Give my daughter her private life back: Shweta Bachchan’s heartfelt letter to Navya6,490 views
“Just like any other teenager, Navya likes to dress up and go out to parties,” Shweta wrote in her letter.
Mumbai: After Amitabh Bachchan, his daughter Shweta Bachchan Nanda has written an open letter to her daughter Navya Naveli Nanda, who is already a star in the country. People are curious to know about her and what goes around in her life, which has made Navya an internet sensation and a hot talk of the town.
Just when everybody thought that living a life as a star kid with a reputed Bollywood family’s name tag attached to you is full of perks, Shweta Bachchan throws light on everything that isn’t as shiny as it looks in her heartfelt open letter to daughter, Navya.
She talks about how even though her daughter’s every social media account is private, her pictures end up on several cover stories on different websites with sleazy headlines. She also questions people why a normal teenager who likes to dress up, party, hang out with her friends is seen through different glasses just because she comes from a filmy family.
Shweta Bachchan Nanda’s letter, which appeared on DNA, surely evokes a lot of questions as it also paints a picture of the struggle Navya goes through in her every day as she tries to keep her personal life private and away from media’s prying eyes.
Shweta starts her letter by mentioning how a notification tone on her phone revealing a new picture post by her daughter, worries her about what will be written on her now.
“Before I can even click a heart on it in approval, I think… the internet is going to have a field day with this one when they get their hands on it, and they eventually will! I almost pick up the phone to call her and grumble about yet another picture of hers floating all over the net, but stop myself. This is why… You do not know my daughter, the websites that post her pictures with captions like ‘Navya Nanda HOT pics’ or ‘Navya Nanda parties with friends, WILD’! certainly do not know her either. Nor, might I add, do they have her permission to post her private pictures. She is not a public figure. Yes, she is related to some very famous people, but that is something completely out of her control.
She is a teenager, and as most young teens are wont to do, she likes to dress up, hang out with her friends, pose for pictures and yes, go out to parties (she has a deadline and is always home well before it is over). If she finds herself on a beach, she will wear beach-appropriate attire — namely, a swimsuit — as would any young girl anywhere. If there is music, she will dance much like her peers would. She will pout, she will preen, she will hang out with boys — the last time I checked, absolutely normal teenage behaviour!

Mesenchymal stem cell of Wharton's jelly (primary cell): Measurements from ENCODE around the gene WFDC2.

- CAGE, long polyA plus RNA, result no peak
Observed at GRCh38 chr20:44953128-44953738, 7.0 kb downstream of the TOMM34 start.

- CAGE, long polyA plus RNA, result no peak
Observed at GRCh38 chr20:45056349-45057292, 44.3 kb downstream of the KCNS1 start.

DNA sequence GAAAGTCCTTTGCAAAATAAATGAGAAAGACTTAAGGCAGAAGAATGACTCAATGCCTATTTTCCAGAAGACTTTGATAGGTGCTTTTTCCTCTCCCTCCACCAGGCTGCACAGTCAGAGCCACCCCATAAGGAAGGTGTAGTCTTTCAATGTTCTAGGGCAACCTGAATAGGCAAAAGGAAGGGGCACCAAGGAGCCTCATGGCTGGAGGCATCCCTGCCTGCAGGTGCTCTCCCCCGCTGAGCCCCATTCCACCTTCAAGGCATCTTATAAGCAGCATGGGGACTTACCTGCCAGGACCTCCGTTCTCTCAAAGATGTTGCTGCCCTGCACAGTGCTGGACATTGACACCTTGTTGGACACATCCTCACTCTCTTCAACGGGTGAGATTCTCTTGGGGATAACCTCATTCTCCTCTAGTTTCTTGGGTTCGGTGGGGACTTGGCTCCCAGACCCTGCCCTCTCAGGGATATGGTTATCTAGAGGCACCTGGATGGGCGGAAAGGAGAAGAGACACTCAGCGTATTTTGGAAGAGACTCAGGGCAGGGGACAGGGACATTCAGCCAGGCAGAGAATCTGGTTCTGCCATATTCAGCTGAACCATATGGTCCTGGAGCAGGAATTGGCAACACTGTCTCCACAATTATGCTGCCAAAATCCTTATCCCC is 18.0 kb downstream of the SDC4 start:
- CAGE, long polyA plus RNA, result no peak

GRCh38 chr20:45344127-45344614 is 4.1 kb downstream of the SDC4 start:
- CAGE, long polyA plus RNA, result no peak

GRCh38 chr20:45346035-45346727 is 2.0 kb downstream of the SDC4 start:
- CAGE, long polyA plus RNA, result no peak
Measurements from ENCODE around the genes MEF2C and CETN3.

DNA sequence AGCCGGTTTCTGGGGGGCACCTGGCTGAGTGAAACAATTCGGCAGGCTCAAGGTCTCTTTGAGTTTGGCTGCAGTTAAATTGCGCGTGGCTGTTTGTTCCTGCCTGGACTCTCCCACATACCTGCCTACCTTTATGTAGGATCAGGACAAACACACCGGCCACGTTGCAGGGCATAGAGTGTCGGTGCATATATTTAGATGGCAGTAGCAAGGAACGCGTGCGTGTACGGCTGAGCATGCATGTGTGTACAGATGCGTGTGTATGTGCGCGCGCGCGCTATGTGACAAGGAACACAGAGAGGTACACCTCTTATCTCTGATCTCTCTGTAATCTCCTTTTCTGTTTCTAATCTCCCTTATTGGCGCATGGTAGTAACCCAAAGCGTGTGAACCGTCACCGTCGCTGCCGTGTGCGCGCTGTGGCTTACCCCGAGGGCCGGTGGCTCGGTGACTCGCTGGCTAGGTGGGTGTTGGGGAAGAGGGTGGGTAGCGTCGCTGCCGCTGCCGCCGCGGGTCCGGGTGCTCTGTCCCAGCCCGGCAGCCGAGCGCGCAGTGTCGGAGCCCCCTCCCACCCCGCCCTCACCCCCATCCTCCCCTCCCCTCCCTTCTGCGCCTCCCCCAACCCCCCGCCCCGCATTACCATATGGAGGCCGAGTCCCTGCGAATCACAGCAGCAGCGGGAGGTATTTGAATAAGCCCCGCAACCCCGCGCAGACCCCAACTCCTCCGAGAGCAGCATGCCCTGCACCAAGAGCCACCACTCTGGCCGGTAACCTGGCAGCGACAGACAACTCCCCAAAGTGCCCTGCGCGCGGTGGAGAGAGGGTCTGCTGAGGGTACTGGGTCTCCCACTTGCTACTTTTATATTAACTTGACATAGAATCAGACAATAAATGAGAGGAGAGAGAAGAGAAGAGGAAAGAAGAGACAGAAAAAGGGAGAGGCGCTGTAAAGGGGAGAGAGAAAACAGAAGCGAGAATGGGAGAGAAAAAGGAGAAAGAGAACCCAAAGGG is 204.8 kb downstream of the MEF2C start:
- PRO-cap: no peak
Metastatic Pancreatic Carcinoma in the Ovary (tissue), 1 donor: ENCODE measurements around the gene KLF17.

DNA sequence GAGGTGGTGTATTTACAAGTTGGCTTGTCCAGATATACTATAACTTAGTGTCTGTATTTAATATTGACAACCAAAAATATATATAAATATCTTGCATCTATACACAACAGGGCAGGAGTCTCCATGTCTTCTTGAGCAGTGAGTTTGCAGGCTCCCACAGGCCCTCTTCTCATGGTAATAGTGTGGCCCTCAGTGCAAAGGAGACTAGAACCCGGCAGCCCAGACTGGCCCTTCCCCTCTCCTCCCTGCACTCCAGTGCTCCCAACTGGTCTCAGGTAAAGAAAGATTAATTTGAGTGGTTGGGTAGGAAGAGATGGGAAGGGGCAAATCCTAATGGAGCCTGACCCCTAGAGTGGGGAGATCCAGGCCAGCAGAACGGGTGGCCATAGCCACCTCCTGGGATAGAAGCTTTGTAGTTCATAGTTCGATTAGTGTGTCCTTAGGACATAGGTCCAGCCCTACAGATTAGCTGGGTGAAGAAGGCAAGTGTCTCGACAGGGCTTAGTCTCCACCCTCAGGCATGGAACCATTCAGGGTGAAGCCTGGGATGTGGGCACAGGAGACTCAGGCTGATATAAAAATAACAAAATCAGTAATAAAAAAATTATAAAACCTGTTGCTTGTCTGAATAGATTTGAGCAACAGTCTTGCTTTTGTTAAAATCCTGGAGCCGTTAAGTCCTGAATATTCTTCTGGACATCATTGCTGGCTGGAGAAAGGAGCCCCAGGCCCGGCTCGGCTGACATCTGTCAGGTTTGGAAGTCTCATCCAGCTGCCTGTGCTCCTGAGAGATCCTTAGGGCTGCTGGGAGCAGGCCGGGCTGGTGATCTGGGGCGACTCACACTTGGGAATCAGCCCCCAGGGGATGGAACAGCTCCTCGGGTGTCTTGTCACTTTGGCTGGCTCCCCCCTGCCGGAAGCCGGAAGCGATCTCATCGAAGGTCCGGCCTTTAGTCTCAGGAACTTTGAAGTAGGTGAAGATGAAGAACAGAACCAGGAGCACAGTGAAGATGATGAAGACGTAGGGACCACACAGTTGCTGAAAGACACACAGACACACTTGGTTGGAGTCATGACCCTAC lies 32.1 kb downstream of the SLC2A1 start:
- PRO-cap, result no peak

Most importantly all of her social media accounts are private and she is not on Twitter. So, it begs the question, how do her pictures land up all over the internet? Here is how. Websites with a keen interest in Bollywood and its goings-on, make fake identities (mostly in the names of her friends) and send requests to anyone following her and often to her as well. They then plunder the accounts of her friends and use their photos to post on their websites captioning them irresponsibly and disrespectfully, most of them stop short of objectifying and shaming her. This has been happening with my daughter since she was 13 years old!!
My daughter Navya likes reading, the Kardashians, rajma chawal, curling up next to her Naani while watching TV, teasing her brother and counselling her friends when their hearts are broken. She doesn’t have any particular interest in acting or pursuing a career in acting as of now. She is generous and kind and bright, but these attributes don’t make fetching headlines! Do the adults who run these sites even know how invasive and inappropriate what they are doing, is? Do they even care? And would they like it if this happened to their children?
Navya has a strong sense of self, so perhaps, it does not hurt her as much when in the comments section, people judge her, deride her, call her unattractive or scrawny. But you can well imagine what it would do to the self-esteem of a young, impressionable girl, who hasn’t asked to be thrust into the spotlight in this way. She is somebody’s child, a most treasured and beloved child. As a parent, I sit helpless. Unable to plug the flow of this filth that is distributed in the name of information and journalism, and all in the pursuit of hits and likes, leading to some kind of monetisation. In effect, they profit off pictures stolen from my daughter’s life. If there is rock- bottom, this would be it.
A couple of weeks ago, another slew of pictures went viral, and I asked my daughter to caution her friends against posting anything on an open platform, to which she replied, “I can tell them, but I don’t want anyone in college to know, though.” I decided then, that I was not going to fight this, I was going to let it be. She doesn’t have to hide, she isn’t doing anything wrong. Her parents and her family are absolutely okay with what she wears and does,” Shweta vents out
As she concludes her letter, she writer, “But I can write about it in the hope that the people peddling this nonsense have some shame or at least accountability, though I highly doubt they will. Perhaps if they understood that we, just like them, are human beings, trying to get about our everyday lives while making sure we give respect to the love and affection people show members of our family, couldn’t they in return give my daughter her private life back?”